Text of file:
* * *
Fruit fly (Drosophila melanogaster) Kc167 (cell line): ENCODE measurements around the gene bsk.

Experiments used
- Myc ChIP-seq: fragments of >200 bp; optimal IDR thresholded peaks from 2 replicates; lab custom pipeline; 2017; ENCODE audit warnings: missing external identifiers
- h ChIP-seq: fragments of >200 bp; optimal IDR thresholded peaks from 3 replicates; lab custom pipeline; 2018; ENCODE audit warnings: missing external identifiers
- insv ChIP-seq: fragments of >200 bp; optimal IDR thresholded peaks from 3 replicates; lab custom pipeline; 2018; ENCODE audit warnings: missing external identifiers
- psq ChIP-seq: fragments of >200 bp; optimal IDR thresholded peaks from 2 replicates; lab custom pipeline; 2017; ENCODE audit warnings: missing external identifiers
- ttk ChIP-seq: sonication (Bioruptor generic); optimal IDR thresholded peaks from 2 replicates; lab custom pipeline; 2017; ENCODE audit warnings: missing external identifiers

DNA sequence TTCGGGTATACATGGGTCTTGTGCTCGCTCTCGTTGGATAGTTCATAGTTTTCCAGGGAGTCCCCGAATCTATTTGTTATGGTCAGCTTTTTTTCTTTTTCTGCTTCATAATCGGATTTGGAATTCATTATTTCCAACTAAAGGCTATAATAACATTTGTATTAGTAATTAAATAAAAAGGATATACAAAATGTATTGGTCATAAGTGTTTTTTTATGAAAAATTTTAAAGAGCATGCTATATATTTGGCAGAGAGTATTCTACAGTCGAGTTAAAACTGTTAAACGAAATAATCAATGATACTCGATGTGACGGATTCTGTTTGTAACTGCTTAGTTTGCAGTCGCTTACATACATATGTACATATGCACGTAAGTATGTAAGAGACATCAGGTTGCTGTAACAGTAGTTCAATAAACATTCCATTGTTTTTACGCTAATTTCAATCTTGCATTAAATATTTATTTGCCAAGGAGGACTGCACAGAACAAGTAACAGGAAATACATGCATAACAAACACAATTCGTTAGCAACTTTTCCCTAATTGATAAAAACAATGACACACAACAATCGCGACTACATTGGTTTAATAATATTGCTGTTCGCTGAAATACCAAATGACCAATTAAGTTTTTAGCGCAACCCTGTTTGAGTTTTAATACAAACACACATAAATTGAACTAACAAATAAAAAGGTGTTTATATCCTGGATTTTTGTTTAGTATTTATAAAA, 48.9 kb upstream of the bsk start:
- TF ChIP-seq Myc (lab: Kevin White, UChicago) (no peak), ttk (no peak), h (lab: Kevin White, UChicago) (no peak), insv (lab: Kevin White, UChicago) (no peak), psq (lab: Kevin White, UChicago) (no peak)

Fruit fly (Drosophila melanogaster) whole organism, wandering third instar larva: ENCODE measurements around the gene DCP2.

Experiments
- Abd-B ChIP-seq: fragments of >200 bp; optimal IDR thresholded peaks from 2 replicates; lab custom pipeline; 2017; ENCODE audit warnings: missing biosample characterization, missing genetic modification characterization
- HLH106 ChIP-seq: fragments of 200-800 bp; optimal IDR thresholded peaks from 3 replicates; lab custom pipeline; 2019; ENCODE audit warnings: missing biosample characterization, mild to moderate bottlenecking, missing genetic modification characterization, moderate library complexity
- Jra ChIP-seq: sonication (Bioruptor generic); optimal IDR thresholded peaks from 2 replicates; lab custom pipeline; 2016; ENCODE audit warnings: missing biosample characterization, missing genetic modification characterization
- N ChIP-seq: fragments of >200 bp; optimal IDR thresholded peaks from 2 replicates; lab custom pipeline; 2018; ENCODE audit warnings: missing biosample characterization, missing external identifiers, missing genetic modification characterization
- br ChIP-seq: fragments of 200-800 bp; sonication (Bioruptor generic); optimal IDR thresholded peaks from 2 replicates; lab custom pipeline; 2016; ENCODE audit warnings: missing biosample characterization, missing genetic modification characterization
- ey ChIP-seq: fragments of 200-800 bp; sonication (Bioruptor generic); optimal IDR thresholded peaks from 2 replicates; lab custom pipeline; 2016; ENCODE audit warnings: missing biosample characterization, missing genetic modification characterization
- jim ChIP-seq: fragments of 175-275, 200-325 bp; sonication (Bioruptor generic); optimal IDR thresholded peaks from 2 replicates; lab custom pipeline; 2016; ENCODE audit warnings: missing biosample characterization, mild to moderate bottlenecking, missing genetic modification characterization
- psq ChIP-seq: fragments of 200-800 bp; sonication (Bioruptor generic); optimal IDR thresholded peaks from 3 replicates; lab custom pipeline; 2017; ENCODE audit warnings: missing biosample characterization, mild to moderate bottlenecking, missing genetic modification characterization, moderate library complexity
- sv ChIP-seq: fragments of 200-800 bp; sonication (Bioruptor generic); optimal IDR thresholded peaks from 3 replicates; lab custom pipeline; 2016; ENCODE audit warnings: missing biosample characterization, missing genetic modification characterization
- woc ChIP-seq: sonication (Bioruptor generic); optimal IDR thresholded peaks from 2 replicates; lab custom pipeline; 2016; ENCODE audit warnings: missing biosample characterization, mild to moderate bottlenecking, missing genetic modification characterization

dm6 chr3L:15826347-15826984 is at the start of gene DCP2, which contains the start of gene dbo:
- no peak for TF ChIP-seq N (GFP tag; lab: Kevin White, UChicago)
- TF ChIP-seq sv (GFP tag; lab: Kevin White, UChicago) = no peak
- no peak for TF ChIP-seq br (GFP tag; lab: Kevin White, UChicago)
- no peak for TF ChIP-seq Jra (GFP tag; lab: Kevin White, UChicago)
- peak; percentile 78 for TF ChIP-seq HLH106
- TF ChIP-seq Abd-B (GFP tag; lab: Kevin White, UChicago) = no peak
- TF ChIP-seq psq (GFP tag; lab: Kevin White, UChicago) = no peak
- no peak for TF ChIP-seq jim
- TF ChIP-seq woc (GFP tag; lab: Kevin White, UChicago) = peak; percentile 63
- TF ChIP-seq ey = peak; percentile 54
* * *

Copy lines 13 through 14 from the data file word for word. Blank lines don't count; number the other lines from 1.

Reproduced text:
- HLH106 ChIP-seq: fragments of 200-800 bp; optimal IDR thresholded peaks from 3 replicates; lab custom pipeline; 2019; ENCODE audit warnings: missing biosample characterization, mild to moderate bottlenecking, missing genetic modification characterization, moderate library complexity
- Jra ChIP-seq: sonication (Bioruptor generic); optimal IDR thresholded peaks from 2 replicates; lab custom pipeline; 2016; ENCODE audit warnings: missing biosample characterization, missing genetic modification characterization